Tuesday, December 2, 2008

Bonus Recipe! Stir Fried Sweet Potatoes

Alongside the Hot Sauce-Glazed Tempeh, I served some boiled kale and stir-fried sweet potatoes. I thought I'd share the sweet potato recipe with you. It's of my own creation, but is inspired by a recipe in the Thousand Recipe Chinese Cookbook (which is simultaneously hopelessly out of date and quite strong on technique).

Here's what you need:

1 lb sweet potatoes, peeled and cut into large dice
1/2 cup vegetable stock or water
1 tablespoon soy sauce
1/2 teaspoon sugar
2 tablespoons oil
1/2 teaspoon kosher salt
1 tablespoon minced ginger

1. Parcook the potatoes in boiling water for 10 minutes or so, until soft but not too much so.

2. Meanwhile, mix the stock, soy sauce, and sugar together.

3. Heat the oil in a wok or large skillet over medium-high heat. When hot, add salt, then ginger, and stir-fry until the ginger just starts to release its fragrance, 30-45 seconds.

4. Add the sweet potatoes and stir until coated with oil.

5. Add the stock/soy sauce mixture and stir. Reduce heat to medium, cover, and let cook until most of the liquid has evaporated and sweet potatoes are tender.

6. Serve, accept compliments with grace.

Hot Sauce Glazed Tempeh

I have never understood the appeal of tempeh.

Tofu, I get and I like. It can be creamy or chewy, and absorbs damn near any flavor you put near it. Tempeh, on the other hand, reminds me a bit of a Duraflame log. Only made of fermented soybeans and a lot less flammable. For the record, I have cooked with tempeh before, and haven't managed to find the recipe to convert me.

But vegans seem to like tempeh, and the Hot Sauce-Glazed Tempeh (p. 129-130), which meets my pro-spicy sensibilities and was endorsed by the omnivorous Nadine at Culinate, seemed like a decent recipe to get going with.

So here's the method. You cut your package of tempeh into eight wedges, then simmer it in hot water for 10 minutes. This turns out to be an interesting step, because the tempeh expands pretty dramatically. Terry & Isa say that boiling it helps make the tempeh more receptive to receive the marinade.

Sounds kind of sexy.

Anyway, the marinade is made up of hot sauce, wine, olive oil, soy sauce, lemon juice, garlic, cumin, oregano, and cayenne. On that last one, Terry and Isa say, "we know, with hot sauce? Yes." They're right, and let's pause for a minute and consider why. It's easy to think that the only flavor peppers impart is heat, but if you think about it, you'll know that's not right. You can think of bell peppers as super-mild hot peppers, and you know that green bell peppers and red bell peppers taste different. Granted, those are the same species of pepper at different stages of ripeness, but that should get the point across. Once you get beyond the heat, different types of peppers taste, well, different. So -- the dominant flavors of Cholula are hot, vinegar, and salt. For 1/8 teaspoon of cayenne, it's not really adding heat in competition with 1/4 cup of hot sauce, and it's not adding acid or salt, either. It's just giving you a piquancy that the Cholula leeches out of its peppers. If you're using sriracha, your results may vary, but I'm pretty sure Terry & Isa are referring to your standard vinegar-based sauces.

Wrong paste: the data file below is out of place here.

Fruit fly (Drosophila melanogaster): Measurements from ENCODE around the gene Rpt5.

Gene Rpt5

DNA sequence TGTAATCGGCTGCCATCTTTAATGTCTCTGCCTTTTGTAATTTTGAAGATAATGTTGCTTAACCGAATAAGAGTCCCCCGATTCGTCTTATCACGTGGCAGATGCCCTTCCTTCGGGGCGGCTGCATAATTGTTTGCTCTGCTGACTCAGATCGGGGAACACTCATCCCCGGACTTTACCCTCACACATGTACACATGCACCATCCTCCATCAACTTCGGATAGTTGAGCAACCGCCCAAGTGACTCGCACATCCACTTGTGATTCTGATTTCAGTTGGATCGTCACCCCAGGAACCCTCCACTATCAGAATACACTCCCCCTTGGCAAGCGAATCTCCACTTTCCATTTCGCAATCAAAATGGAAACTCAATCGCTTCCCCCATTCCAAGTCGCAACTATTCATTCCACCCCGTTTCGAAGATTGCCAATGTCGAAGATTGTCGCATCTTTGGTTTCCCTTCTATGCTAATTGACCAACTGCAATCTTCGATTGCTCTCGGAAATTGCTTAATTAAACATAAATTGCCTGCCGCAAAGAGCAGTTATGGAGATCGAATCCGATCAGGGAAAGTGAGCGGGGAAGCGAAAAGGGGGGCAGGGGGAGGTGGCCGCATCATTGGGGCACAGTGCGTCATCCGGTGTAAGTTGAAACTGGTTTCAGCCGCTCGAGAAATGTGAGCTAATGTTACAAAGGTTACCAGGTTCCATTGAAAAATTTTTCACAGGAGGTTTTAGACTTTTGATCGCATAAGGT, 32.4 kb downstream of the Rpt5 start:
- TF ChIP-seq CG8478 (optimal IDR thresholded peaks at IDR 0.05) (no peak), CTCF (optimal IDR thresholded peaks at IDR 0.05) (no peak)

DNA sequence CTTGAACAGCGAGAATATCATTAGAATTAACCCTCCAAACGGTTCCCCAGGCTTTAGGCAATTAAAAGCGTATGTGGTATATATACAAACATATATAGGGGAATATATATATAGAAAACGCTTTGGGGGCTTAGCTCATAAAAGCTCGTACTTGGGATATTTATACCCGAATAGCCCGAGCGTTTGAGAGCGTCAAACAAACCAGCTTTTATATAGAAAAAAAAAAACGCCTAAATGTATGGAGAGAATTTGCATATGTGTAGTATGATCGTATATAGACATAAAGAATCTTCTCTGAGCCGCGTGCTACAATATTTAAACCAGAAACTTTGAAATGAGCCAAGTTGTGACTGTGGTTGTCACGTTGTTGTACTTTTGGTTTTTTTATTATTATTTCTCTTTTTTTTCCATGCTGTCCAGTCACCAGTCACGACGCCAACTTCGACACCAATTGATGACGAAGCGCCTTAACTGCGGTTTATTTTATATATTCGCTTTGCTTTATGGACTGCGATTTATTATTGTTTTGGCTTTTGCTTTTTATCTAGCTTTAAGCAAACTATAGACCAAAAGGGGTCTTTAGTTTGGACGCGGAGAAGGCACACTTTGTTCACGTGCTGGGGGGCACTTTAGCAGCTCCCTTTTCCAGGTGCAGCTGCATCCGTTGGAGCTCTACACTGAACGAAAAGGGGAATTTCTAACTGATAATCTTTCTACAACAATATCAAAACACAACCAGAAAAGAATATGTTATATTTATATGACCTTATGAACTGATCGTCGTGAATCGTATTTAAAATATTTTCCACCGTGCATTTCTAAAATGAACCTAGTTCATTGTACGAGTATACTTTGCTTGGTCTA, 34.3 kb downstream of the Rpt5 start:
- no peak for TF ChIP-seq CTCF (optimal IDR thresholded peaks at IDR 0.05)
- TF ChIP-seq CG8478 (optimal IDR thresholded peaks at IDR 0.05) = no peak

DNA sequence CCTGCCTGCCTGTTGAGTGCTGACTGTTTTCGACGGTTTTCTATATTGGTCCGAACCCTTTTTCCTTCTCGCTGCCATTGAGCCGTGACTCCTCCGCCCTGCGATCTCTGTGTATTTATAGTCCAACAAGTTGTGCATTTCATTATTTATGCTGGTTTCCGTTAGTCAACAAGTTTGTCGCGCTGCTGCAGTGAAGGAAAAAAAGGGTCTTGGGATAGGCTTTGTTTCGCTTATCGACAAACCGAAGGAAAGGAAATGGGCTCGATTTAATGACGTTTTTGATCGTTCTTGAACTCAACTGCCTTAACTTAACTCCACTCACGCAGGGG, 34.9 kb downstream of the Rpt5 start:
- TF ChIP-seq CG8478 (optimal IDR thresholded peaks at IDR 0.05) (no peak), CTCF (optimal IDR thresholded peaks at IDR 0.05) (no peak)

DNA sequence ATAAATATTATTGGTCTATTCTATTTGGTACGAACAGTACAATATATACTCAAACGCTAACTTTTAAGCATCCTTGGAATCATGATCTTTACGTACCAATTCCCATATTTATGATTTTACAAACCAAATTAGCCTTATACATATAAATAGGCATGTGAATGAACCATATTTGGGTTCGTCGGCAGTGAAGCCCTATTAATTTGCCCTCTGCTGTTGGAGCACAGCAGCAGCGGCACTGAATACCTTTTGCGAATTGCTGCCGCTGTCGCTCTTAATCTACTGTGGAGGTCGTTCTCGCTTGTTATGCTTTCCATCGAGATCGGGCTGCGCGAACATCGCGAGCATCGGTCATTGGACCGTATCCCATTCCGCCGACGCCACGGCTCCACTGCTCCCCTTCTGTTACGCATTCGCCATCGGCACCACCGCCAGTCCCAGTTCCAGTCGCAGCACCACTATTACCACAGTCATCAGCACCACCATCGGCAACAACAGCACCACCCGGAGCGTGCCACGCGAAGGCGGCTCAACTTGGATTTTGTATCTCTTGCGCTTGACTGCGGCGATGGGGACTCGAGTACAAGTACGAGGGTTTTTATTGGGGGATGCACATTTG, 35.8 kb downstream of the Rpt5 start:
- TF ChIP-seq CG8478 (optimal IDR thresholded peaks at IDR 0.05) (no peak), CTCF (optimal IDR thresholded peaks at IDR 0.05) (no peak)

Whatever. Just use the cayenne. Anyway, so you let all this crap marinate for an hour.

It was far too cold to grill, so I chose the pan-frying method You just add a bit of oil to a hot pan, then put the tempeh wedges in, turning it frequently and spooning the marinade over it to keep it from drying out. This method seems to work pretty well.

So finally, I pulled this off and served it alongside some boiled kale and stir-fried sweet potatoes (bonus recipe!).

Pretty, but a little spare. The verdict around the table was, frankly, mixed. Iv thought it was unbearably salty. E. thought it was crazy spicy, but he's a wimp. I liked it. But I also agreed with Iv that the salt was insane, but at the same time, the marinade actually brought out what's good about tempeh for me for the first time. Bittman refers to it as having a "haunting" flavor, and I've never gotten what he's talking about, but having the marinade acting as an extreme contrast brings it out. The marinade doesn't totally penetrate the tempeh, so the exterior is spicy, while the interior has an almost creamy, mild nutty flavor. It's nice.

But we've got to deal with the salt. It's the heat that brings out the contrast, not the salt. So the better way might be to take a look at some of the recipes for homemade Tabasco that you can find online and use one of them as the base for your marinade. A project for another time. For now, I recommend this recipe, with the reservation that you make your own hot sauce, or at least seek out a low-salt alternative.